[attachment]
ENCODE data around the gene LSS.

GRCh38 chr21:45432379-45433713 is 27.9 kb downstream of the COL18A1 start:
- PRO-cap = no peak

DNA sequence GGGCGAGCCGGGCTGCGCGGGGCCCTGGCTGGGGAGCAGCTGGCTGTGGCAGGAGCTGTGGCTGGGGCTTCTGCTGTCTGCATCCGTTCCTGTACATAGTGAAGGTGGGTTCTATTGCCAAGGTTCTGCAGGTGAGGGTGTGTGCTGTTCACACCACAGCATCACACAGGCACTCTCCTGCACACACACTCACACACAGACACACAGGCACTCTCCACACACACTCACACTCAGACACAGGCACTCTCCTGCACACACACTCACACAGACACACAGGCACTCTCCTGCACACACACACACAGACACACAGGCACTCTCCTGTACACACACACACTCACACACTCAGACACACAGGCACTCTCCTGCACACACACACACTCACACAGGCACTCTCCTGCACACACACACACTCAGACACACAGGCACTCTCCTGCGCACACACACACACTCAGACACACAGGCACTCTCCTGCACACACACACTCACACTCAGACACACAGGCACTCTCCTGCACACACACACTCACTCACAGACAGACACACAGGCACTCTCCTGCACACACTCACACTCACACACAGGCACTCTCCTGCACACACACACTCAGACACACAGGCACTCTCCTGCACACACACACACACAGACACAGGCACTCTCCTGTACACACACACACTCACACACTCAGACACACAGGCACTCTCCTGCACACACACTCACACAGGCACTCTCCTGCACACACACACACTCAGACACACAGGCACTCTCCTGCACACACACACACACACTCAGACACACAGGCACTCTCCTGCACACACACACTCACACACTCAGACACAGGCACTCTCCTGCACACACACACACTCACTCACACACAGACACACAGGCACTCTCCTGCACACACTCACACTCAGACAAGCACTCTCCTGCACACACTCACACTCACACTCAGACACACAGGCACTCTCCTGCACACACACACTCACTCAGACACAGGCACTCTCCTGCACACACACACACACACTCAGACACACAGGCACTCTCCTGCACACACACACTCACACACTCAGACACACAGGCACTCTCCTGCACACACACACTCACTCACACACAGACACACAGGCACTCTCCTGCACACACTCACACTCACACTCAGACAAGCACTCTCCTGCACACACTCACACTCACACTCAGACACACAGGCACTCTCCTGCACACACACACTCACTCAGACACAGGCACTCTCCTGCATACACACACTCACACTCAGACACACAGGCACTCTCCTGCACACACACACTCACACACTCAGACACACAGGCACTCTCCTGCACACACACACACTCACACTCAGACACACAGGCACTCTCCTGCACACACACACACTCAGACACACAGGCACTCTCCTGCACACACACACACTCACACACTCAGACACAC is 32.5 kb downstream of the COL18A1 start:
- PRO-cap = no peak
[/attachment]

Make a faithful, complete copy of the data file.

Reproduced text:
ENCODE data around the gene LSS.

GRCh38 chr21:45432379-45433713 is 27.9 kb downstream of the COL18A1 start:
- PRO-cap = no peak

DNA sequence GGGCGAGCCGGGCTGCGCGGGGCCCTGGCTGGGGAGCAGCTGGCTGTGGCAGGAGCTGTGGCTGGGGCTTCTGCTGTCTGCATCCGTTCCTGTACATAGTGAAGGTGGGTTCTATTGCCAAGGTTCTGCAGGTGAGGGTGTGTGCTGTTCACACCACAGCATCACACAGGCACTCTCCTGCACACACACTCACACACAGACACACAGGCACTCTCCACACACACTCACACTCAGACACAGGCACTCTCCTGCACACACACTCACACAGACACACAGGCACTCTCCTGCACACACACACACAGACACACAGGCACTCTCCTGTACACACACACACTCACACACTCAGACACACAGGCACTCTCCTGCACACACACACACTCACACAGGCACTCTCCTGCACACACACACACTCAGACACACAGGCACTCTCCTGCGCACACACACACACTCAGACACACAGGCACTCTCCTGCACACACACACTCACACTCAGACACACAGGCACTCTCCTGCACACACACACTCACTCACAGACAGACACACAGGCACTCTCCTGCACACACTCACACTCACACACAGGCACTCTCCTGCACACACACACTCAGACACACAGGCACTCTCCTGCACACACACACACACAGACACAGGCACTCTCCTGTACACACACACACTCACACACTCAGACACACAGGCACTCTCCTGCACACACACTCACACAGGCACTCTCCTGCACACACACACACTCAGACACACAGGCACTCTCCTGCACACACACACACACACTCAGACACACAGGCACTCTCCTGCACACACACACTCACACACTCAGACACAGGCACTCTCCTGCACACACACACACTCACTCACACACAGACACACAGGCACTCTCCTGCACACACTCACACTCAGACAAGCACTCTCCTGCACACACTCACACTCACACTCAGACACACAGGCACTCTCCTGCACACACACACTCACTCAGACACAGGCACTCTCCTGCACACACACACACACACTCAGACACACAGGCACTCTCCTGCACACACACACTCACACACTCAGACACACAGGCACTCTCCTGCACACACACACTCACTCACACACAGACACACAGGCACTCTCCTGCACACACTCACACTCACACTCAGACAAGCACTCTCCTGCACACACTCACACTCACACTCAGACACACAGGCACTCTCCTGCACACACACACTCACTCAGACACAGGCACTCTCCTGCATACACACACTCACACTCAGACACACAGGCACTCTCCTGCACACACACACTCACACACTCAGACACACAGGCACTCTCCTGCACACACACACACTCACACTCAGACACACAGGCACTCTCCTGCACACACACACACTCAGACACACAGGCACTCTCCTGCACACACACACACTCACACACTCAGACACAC is 32.5 kb downstream of the COL18A1 start:
- PRO-cap = no peak